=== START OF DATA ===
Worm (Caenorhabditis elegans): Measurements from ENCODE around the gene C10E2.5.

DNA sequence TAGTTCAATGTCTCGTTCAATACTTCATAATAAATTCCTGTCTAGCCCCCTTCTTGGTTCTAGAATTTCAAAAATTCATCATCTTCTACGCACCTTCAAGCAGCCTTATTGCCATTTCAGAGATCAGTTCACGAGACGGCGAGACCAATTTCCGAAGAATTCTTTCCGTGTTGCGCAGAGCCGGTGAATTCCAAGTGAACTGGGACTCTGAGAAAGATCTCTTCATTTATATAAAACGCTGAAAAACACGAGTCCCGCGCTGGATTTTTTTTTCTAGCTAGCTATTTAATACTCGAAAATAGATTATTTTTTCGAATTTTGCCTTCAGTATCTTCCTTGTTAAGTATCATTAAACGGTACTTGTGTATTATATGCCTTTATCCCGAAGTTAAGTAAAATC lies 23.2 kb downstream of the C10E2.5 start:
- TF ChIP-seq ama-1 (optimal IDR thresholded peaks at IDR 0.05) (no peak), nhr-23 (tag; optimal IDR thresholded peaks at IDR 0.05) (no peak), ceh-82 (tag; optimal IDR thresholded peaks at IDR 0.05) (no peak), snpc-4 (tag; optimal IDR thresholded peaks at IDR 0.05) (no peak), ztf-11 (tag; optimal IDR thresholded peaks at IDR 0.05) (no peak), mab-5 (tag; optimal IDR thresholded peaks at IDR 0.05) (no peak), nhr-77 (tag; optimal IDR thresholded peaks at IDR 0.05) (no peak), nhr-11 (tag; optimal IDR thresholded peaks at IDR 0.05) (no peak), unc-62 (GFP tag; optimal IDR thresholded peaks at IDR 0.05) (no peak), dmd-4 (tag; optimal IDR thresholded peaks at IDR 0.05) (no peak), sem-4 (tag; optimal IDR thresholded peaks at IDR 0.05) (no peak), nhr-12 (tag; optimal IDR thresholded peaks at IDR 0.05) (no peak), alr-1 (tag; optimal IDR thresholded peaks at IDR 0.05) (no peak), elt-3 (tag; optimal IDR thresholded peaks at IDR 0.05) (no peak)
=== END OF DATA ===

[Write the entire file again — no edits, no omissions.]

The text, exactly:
Worm (Caenorhabditis elegans): Measurements from ENCODE around the gene C10E2.5.

DNA sequence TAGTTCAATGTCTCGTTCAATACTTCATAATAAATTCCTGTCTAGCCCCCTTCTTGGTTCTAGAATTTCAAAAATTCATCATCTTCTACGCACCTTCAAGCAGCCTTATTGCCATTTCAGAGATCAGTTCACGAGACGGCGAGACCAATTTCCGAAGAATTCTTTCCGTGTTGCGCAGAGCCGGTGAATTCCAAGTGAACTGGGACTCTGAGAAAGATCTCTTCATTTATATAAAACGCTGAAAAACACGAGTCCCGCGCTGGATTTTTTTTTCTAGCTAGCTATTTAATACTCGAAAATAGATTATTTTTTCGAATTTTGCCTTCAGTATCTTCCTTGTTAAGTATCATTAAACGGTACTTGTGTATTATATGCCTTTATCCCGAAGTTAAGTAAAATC lies 23.2 kb downstream of the C10E2.5 start:
- TF ChIP-seq ama-1 (optimal IDR thresholded peaks at IDR 0.05) (no peak), nhr-23 (tag; optimal IDR thresholded peaks at IDR 0.05) (no peak), ceh-82 (tag; optimal IDR thresholded peaks at IDR 0.05) (no peak), snpc-4 (tag; optimal IDR thresholded peaks at IDR 0.05) (no peak), ztf-11 (tag; optimal IDR thresholded peaks at IDR 0.05) (no peak), mab-5 (tag; optimal IDR thresholded peaks at IDR 0.05) (no peak), nhr-77 (tag; optimal IDR thresholded peaks at IDR 0.05) (no peak), nhr-11 (tag; optimal IDR thresholded peaks at IDR 0.05) (no peak), unc-62 (GFP tag; optimal IDR thresholded peaks at IDR 0.05) (no peak), dmd-4 (tag; optimal IDR thresholded peaks at IDR 0.05) (no peak), sem-4 (tag; optimal IDR thresholded peaks at IDR 0.05) (no peak), nhr-12 (tag; optimal IDR thresholded peaks at IDR 0.05) (no peak), alr-1 (tag; optimal IDR thresholded peaks at IDR 0.05) (no peak), elt-3 (tag; optimal IDR thresholded peaks at IDR 0.05) (no peak)